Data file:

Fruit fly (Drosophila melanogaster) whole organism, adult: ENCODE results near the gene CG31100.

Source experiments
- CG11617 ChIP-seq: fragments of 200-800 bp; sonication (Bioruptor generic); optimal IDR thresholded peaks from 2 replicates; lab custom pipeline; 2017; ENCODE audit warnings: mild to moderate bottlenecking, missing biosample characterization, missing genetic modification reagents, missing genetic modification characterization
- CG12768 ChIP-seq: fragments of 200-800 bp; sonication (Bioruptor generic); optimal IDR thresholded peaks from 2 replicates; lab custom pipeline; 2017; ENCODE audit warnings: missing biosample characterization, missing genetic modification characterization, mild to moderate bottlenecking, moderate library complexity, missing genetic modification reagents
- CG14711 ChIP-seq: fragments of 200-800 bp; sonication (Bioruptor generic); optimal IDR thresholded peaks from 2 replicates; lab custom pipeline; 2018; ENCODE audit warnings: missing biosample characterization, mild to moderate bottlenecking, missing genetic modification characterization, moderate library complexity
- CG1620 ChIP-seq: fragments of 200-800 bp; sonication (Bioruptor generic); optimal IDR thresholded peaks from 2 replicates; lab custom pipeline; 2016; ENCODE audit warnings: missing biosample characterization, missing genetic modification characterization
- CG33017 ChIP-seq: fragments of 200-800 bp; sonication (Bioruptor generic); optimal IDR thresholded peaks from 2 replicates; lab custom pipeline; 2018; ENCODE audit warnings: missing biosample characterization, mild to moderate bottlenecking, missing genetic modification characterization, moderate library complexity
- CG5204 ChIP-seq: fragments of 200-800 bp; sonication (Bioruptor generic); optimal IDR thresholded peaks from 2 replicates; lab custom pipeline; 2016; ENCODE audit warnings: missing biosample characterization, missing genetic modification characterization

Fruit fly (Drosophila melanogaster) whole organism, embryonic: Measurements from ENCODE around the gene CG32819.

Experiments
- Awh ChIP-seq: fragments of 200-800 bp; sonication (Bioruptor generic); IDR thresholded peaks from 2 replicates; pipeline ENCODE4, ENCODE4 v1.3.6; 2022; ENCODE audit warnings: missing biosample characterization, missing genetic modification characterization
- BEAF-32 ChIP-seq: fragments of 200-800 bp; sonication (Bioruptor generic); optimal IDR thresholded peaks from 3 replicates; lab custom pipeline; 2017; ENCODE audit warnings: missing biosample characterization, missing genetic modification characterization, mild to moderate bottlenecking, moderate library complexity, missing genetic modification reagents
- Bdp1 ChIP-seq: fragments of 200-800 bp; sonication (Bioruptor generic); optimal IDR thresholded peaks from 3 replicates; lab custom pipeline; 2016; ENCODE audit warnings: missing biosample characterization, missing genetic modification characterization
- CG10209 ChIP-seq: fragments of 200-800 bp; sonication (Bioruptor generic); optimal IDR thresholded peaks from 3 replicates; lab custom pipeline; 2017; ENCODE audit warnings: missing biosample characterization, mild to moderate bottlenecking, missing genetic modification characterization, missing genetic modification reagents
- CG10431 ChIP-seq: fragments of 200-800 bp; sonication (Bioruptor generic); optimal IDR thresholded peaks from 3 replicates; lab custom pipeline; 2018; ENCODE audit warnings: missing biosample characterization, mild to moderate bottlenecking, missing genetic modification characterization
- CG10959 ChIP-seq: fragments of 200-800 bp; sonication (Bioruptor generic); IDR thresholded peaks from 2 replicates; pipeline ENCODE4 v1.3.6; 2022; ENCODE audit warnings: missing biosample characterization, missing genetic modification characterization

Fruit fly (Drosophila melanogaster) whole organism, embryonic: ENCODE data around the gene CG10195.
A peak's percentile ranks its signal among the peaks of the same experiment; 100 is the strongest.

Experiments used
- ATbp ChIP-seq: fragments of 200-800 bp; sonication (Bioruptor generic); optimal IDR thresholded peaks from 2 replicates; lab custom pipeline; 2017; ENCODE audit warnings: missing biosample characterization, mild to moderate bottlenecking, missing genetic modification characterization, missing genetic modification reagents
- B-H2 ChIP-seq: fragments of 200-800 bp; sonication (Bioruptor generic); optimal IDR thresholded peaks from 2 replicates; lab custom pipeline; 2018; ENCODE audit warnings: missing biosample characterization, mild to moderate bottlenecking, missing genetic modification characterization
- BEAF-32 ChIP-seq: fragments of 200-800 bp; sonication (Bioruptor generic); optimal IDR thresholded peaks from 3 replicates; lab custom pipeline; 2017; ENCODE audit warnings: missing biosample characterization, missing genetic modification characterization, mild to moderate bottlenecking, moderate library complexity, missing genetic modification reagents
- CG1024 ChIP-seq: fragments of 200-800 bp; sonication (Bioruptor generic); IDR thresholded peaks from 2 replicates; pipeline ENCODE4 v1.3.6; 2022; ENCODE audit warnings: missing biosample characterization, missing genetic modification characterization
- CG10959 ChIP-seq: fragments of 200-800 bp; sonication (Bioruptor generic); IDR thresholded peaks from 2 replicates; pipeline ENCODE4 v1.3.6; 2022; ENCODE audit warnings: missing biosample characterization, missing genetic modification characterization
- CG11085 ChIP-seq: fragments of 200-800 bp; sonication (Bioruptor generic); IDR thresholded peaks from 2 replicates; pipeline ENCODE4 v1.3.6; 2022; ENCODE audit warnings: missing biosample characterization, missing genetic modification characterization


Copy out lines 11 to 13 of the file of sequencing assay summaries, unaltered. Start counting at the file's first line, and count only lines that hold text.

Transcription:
- Awh ChIP-seq: fragments of 200-800 bp; sonication (Bioruptor generic); IDR thresholded peaks from 2 replicates; pipeline ENCODE4, ENCODE4 v1.3.6; 2022; ENCODE audit warnings: missing biosample characterization, missing genetic modification characterization
- BEAF-32 ChIP-seq: fragments of 200-800 bp; sonication (Bioruptor generic); optimal IDR thresholded peaks from 3 replicates; lab custom pipeline; 2017; ENCODE audit warnings: missing biosample characterization, missing genetic modification characterization, mild to moderate bottlenecking, moderate library complexity, missing genetic modification reagents
- Bdp1 ChIP-seq: fragments of 200-800 bp; sonication (Bioruptor generic); optimal IDR thresholded peaks from 3 replicates; lab custom pipeline; 2016; ENCODE audit warnings: missing biosample characterization, missing genetic modification characterization